Remember, when you buy RAM: quality is always more important than quantity!!! In other words, instead of getting 4 dimms of RAM immediately, just get 2 of the best quality you can afford and see how it goes.
 
Old 12-01-2008, 07:05 AM   #5
salasi
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Quote:
Originally Posted by henryh3 View Post
The hardware I am contemplating using is an AMD Athlon Dual core CPU and several Gb of RAM etc...
The 'hack' (greater than 4g adress space on a 32 bit kernel) is hardware dependant; I know more about Intel than AMD, but if you are buying hardware specially for this, then you need to check whether the chipset is compatible (my feeling is that most modern chipsets will be, but I don't know). And anyway, the 'hack' doesn't give an indicidual process access to >4G; how this works out with several VMs I'm not sure, but you may well think that the hack is worth avoiding and that the real 64 bit version is what you want.

As far as the 64 bit kernel is comcerned, its a 64 bit kernel; I don't know of any differences between distros in the adressing range of their 64 bit kernels. They all get it from the same place, they apply a few (unfortunately, quite a few) patches, but I don't know that anyone restricts the address range.

What you do have to look out for is that a 64 bit kernel is available; this will be true of all of the biggies (RH, SuSE, debian) but may not be true of the compact or special purpose ditros (Puppy, DSL, security audit distros, live distros), but you shouldn't be considering one of those, anyway, for what you want.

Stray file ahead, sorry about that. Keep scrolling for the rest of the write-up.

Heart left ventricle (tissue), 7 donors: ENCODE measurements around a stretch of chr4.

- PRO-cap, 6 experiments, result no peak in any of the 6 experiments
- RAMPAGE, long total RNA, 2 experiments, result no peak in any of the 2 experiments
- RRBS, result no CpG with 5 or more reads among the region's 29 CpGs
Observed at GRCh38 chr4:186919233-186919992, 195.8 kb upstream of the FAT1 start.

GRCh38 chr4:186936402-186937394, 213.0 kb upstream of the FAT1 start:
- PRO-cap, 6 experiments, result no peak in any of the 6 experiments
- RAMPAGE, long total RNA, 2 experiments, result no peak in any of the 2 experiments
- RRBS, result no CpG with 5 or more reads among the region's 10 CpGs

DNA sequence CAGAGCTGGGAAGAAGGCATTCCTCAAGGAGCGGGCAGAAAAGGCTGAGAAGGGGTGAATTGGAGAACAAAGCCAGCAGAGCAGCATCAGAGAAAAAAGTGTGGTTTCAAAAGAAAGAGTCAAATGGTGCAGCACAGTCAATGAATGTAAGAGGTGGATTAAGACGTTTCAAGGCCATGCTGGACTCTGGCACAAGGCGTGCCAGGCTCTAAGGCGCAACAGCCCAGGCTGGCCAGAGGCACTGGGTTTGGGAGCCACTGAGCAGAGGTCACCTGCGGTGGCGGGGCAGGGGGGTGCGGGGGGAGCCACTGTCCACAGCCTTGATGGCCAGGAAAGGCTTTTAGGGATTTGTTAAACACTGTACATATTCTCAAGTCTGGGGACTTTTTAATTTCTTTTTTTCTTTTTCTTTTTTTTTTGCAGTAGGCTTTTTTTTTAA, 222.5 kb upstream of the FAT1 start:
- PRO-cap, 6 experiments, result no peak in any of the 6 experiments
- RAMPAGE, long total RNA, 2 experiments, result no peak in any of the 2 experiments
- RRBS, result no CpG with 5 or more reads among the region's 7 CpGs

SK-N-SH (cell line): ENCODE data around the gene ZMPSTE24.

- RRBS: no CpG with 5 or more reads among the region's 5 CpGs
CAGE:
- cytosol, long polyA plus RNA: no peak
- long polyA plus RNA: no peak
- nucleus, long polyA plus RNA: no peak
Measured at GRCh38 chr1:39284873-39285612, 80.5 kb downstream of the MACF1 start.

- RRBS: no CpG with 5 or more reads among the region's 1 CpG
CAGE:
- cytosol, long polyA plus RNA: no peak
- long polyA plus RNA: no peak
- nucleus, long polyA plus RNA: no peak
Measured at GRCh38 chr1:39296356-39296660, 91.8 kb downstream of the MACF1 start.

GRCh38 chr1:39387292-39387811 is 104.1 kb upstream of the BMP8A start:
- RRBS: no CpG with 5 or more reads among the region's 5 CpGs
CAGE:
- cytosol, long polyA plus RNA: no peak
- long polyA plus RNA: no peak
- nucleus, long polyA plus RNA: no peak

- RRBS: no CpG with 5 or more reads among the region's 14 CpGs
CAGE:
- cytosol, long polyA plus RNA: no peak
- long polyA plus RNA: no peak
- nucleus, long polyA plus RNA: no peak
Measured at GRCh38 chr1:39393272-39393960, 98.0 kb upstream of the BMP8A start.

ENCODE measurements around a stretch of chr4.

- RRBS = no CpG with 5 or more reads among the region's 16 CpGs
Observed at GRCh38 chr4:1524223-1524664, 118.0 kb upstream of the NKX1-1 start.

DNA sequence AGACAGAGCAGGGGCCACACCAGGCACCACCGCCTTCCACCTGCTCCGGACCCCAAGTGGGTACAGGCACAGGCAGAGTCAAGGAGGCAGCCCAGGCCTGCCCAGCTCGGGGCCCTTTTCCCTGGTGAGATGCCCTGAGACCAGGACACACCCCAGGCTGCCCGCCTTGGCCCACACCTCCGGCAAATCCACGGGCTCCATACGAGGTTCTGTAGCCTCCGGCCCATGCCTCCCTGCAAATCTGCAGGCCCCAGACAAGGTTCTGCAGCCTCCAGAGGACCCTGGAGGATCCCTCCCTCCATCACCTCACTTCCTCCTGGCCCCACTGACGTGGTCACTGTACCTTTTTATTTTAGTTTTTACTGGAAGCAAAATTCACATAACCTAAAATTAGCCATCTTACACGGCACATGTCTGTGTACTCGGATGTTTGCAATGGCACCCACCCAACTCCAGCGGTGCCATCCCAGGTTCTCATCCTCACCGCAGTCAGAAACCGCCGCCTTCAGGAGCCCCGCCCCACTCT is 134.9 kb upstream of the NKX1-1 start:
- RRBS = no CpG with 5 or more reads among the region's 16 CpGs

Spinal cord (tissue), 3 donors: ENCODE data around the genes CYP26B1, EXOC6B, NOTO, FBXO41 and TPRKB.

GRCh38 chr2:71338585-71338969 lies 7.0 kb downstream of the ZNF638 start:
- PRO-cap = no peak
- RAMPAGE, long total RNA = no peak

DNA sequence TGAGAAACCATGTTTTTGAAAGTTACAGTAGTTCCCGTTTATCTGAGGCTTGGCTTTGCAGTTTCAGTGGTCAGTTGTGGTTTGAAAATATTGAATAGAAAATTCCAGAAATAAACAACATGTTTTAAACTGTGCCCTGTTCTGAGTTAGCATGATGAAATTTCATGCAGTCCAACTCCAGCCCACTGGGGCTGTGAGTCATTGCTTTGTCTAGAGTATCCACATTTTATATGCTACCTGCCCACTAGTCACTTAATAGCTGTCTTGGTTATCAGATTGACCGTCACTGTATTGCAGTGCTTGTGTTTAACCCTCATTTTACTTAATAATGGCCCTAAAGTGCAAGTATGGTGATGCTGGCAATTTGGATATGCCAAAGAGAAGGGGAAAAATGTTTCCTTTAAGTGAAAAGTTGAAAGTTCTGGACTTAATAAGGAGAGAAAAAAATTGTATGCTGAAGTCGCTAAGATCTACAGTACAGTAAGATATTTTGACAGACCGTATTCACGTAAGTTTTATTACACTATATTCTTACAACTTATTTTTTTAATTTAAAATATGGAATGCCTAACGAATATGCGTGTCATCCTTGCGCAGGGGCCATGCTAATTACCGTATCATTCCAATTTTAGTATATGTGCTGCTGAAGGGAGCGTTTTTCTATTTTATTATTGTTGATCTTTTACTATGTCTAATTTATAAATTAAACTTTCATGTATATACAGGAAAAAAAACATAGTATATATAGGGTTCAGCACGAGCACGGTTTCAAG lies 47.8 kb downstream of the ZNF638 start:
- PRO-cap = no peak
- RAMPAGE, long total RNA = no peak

Old 12-01-2008, 02:38 PM   #6
estabroo
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I believe most linux x86_64 kernels are limited to 64GB because I believe they only use 36 bits of address space for physical memory, (I could easily be wrong).
 
Old 12-01-2008, 03:25 PM   #7
syg00
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Nope - that's a rough description of PAE. For 32-bit hardware. The kernel supports this extra RAM by utilising those extra address lines - as mentioned, individual processes are still limited to 4 Gig virtual addressing range.
Irrelevant for 64 bit.
 
Old 12-01-2008, 03:54 PM   #8
lazlow
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You might want to keep in mind that Fedora only supports any one release for about 13 months. After that 13 months(EOl)(End Of Life) there are no updates of any kind.

What you may want to consider is Centos. Centos is RHEL (Red Hat Enterprise Linux) with the logos stripped out. It is binary compatible with RHEL and has a five year(+) support life. It is free to download and update (unlike RHEL).

As the others have hinted at, for machines with less than 3gb ram use 32bit, for machines with more use 64bit(regardless of distro).
 
Old 12-01-2008, 05:36 PM   #9
henryh3
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Cool Thanks for the clarification & advice! :-))

Centos looks like the best option from what has been said.

I will be using a 64bit CPU and consequently a 64bit version so that should preclude me from having to think about hacking and the possible problems associated with this.

So far as I am concerned (at the moment and for the foreseeable future -2 years-) 64Gb of RAM will more than suffice for my needs.

(As an aside, it seems bizarre to me that I am thinking in terms of 10s of Gb of RAM, when I can remember configuring a -high performance- workstation with 100Mb HDD and 1Mb of RAM)!

Thanks for all your knowledge and ideas . . .